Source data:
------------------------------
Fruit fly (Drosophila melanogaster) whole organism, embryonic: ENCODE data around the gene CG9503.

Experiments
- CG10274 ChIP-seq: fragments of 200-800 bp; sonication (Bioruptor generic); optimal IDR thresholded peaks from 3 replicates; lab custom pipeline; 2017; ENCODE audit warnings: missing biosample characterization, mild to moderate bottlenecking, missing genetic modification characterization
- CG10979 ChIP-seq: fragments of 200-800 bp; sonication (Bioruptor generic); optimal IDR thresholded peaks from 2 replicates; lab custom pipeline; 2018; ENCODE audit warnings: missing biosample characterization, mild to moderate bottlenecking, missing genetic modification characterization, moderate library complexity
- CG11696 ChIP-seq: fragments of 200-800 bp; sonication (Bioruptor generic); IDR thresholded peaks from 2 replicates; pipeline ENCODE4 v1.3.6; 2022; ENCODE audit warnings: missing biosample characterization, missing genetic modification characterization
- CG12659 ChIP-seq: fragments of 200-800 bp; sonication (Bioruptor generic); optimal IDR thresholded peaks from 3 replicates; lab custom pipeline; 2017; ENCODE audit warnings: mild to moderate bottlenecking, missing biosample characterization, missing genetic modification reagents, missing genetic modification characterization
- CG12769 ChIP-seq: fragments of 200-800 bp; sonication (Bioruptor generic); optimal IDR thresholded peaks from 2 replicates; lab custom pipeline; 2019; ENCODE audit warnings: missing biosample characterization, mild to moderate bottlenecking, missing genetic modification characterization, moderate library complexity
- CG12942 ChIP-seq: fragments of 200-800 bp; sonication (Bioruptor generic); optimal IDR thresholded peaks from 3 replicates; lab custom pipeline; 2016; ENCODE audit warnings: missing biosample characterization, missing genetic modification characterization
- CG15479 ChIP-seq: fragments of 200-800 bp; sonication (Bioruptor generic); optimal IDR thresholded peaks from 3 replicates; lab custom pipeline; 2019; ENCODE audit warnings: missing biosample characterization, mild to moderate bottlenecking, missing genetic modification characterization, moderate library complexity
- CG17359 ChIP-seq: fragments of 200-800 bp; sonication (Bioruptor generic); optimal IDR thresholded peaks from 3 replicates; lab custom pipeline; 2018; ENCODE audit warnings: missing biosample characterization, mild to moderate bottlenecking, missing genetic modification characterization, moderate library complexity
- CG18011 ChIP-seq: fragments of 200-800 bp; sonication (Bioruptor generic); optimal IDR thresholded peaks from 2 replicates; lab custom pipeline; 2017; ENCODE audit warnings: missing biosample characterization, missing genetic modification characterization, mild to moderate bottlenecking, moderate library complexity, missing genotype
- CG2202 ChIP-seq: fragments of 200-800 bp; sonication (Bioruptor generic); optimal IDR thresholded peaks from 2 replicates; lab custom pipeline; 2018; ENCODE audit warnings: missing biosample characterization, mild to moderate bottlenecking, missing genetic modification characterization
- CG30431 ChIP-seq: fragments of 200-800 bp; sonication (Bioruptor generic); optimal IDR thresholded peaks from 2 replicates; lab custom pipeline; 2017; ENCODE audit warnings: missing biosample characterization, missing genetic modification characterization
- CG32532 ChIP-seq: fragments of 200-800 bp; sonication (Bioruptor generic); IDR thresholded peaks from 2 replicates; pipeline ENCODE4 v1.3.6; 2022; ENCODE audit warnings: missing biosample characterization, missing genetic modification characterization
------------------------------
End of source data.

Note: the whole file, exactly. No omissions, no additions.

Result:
Fruit fly (Drosophila melanogaster) whole organism, embryonic: ENCODE data around the gene CG9503.

Experiments
- CG10274 ChIP-seq: fragments of 200-800 bp; sonication (Bioruptor generic); optimal IDR thresholded peaks from 3 replicates; lab custom pipeline; 2017; ENCODE audit warnings: missing biosample characterization, mild to moderate bottlenecking, missing genetic modification characterization
- CG10979 ChIP-seq: fragments of 200-800 bp; sonication (Bioruptor generic); optimal IDR thresholded peaks from 2 replicates; lab custom pipeline; 2018; ENCODE audit warnings: missing biosample characterization, mild to moderate bottlenecking, missing genetic modification characterization, moderate library complexity
- CG11696 ChIP-seq: fragments of 200-800 bp; sonication (Bioruptor generic); IDR thresholded peaks from 2 replicates; pipeline ENCODE4 v1.3.6; 2022; ENCODE audit warnings: missing biosample characterization, missing genetic modification characterization
- CG12659 ChIP-seq: fragments of 200-800 bp; sonication (Bioruptor generic); optimal IDR thresholded peaks from 3 replicates; lab custom pipeline; 2017; ENCODE audit warnings: mild to moderate bottlenecking, missing biosample characterization, missing genetic modification reagents, missing genetic modification characterization
- CG12769 ChIP-seq: fragments of 200-800 bp; sonication (Bioruptor generic); optimal IDR thresholded peaks from 2 replicates; lab custom pipeline; 2019; ENCODE audit warnings: missing biosample characterization, mild to moderate bottlenecking, missing genetic modification characterization, moderate library complexity
- CG12942 ChIP-seq: fragments of 200-800 bp; sonication (Bioruptor generic); optimal IDR thresholded peaks from 3 replicates; lab custom pipeline; 2016; ENCODE audit warnings: missing biosample characterization, missing genetic modification characterization
- CG15479 ChIP-seq: fragments of 200-800 bp; sonication (Bioruptor generic); optimal IDR thresholded peaks from 3 replicates; lab custom pipeline; 2019; ENCODE audit warnings: missing biosample characterization, mild to moderate bottlenecking, missing genetic modification characterization, moderate library complexity
- CG17359 ChIP-seq: fragments of 200-800 bp; sonication (Bioruptor generic); optimal IDR thresholded peaks from 3 replicates; lab custom pipeline; 2018; ENCODE audit warnings: missing biosample characterization, mild to moderate bottlenecking, missing genetic modification characterization, moderate library complexity
- CG18011 ChIP-seq: fragments of 200-800 bp; sonication (Bioruptor generic); optimal IDR thresholded peaks from 2 replicates; lab custom pipeline; 2017; ENCODE audit warnings: missing biosample characterization, missing genetic modification characterization, mild to moderate bottlenecking, moderate library complexity, missing genotype
- CG2202 ChIP-seq: fragments of 200-800 bp; sonication (Bioruptor generic); optimal IDR thresholded peaks from 2 replicates; lab custom pipeline; 2018; ENCODE audit warnings: missing biosample characterization, mild to moderate bottlenecking, missing genetic modification characterization
- CG30431 ChIP-seq: fragments of 200-800 bp; sonication (Bioruptor generic); optimal IDR thresholded peaks from 2 replicates; lab custom pipeline; 2017; ENCODE audit warnings: missing biosample characterization, missing genetic modification characterization
- CG32532 ChIP-seq: fragments of 200-800 bp; sonication (Bioruptor generic); IDR thresholded peaks from 2 replicates; pipeline ENCODE4 v1.3.6; 2022; ENCODE audit warnings: missing biosample characterization, missing genetic modification characterization